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'Help! Switching problem with PIC16F84 driving a tr'
1998\04\29@214429 by Rawle Watson

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Hello everyone,

       In a design using the PIC16F84 to turn on a switching transistor for
8 seconds and turn it off afterwards, I encounter the following problem.

a) the transistor switches on at the appropriate time as determined by the
program, but afterwards does not switch off even though the timing period
has ended.

The DC power supply for the circuit consists of a 16 volt ac adapter with
full-wave bridge rectifier, an LM317 adjustable regulator to give 14 volts
to recharge a battery, and a 5 volt regulator to power the pic.

I am using an RC oscillator and the clock frequency is approx. 2.8 MHz.

The RB4 pin is used to drive the base of a PN2222 transistor through a 2.2k
ohm resistor. The emitter is grounded and the collector is connected through
a 220 ohm resistor. Output is taken from the collector.

This transistor is used to turn off the LM317 regulator for 8 seconds so as
to load the battery to test its voltage across a voltage divider network.
This voltage is then input to the pic for sensing.


Both the PIC and the transistor switch operate as they should , when
connected independently.

However, the following is observed when a logic probe is connected in circuit.
The transistor remains on all the time once it is switched on by the pic
even though you can hear a pulse at the end of the timing period on RB4.

I have tried using a shunting capacitor on RB4 but to no avail.

Has anyone got any suggestions to help me solve this problem.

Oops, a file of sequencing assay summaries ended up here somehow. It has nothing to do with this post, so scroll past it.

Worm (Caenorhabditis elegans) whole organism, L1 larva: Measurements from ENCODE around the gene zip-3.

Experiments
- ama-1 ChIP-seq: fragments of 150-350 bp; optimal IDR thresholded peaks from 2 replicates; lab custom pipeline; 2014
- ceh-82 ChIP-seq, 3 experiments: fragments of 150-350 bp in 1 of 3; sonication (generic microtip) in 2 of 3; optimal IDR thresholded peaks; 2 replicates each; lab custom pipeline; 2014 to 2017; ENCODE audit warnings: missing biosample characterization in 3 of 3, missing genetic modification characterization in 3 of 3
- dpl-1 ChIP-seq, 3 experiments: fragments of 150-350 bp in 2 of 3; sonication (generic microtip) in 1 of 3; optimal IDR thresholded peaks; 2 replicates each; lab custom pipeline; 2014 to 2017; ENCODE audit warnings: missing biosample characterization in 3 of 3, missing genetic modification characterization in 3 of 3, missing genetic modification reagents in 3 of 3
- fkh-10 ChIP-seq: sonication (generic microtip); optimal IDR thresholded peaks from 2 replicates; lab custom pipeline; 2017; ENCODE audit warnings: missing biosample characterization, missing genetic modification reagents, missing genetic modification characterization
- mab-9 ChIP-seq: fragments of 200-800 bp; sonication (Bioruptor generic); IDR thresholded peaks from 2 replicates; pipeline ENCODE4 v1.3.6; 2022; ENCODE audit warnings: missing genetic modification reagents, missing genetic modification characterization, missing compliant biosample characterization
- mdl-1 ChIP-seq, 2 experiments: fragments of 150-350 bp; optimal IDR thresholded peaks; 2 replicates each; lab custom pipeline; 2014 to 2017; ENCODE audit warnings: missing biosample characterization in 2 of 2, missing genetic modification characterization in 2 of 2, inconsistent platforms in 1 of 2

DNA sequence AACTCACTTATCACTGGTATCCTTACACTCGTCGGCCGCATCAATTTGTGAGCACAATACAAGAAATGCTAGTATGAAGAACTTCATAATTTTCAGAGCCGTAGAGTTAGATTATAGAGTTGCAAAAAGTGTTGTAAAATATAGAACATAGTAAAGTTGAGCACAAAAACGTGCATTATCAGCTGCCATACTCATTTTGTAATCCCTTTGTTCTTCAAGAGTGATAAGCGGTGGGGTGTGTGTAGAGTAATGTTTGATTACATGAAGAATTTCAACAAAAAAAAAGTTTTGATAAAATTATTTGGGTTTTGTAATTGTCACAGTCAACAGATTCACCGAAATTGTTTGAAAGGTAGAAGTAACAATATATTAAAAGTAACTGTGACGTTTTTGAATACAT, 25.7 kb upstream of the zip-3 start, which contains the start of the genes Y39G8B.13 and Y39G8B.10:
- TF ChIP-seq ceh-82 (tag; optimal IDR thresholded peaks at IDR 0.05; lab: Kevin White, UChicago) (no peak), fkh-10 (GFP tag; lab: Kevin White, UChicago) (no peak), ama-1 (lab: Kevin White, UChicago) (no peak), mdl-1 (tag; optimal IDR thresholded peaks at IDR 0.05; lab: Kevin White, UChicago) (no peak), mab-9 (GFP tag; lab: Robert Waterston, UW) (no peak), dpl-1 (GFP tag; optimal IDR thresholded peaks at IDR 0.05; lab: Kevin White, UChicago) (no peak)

Thanks for your usual cooperation.



                                                       Rawle

1998\04\29@215059 by David VanHorn

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>The RB4 pin is used to drive the base of a PN2222 transistor through a 2.2k
>ohm resistor. The emitter is grounded and the collector is connected
through
>a 220 ohm resistor. Output is taken from the collector.


Check the output pin spec, you'll find that the maximum low voltage is high
enough to keep the base of an NPN active. Add an additional resistor from
the base to ground, probably 2.2k or 4.7k, and the problem will dissapear.

This has to be about the most common uC mistake. :)  Low isn't Zero!
That transistor only needs a couple microamps through the base to stay on.
Also, once they heat up from being on, their own leakage and gain goes up!

1998\04\29@233942 by ape

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David VanHorn wrote:

> >The RB4 pin is used to drive the base of a PN2222 transistor through a 2.2k
> >ohm resistor. The emitter is grounded and the collector is connected
> through
> >a 220 ohm resistor. Output is taken from the collector.
>
> Check the output pin spec, you'll find that the maximum low voltage is high
> enough to keep the base of an NPN active. Add an additional resistor from
> the base to ground, probably 2.2k or 4.7k, and the problem will dissapear.
>
> This has to be about the most common uC mistake. :)  Low isn't Zero!
> That transistor only needs a couple microamps through the base to stay on.
> Also, once they heat up from being on, their own leakage and gain goes up!

 Not just a problem for uC's.  This is a common problem ESPECIALLY